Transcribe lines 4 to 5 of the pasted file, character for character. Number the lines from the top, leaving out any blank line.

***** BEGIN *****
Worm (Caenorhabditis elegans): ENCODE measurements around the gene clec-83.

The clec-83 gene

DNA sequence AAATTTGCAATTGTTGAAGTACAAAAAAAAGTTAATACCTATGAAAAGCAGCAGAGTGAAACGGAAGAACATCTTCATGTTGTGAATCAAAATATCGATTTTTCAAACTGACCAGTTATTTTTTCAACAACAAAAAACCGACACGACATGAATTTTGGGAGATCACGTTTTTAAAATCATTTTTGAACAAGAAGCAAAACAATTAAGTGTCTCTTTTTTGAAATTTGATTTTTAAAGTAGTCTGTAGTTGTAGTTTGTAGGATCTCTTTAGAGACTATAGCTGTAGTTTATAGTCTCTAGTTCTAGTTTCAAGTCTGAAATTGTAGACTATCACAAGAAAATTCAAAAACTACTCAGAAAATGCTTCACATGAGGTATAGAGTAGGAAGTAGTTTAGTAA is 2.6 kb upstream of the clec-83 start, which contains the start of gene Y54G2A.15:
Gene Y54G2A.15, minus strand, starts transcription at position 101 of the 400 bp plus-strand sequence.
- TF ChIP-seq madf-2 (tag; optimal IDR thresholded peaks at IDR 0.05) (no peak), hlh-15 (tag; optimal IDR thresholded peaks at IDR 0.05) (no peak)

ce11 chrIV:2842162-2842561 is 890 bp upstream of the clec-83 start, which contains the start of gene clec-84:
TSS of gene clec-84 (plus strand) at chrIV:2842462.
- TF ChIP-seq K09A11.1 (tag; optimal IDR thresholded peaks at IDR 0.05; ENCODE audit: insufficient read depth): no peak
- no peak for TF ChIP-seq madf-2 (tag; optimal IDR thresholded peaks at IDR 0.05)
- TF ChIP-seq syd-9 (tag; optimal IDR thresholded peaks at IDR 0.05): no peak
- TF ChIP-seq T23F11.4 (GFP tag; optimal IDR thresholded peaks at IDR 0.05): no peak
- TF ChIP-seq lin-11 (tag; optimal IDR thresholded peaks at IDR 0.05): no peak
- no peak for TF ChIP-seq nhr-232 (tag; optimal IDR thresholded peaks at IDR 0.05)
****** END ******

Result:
Gene Y54G2A.15, minus strand, starts transcription at position 101 of the 400 bp plus-strand sequence.
- TF ChIP-seq madf-2 (tag; optimal IDR thresholded peaks at IDR 0.05) (no peak), hlh-15 (tag; optimal IDR thresholded peaks at IDR 0.05) (no peak)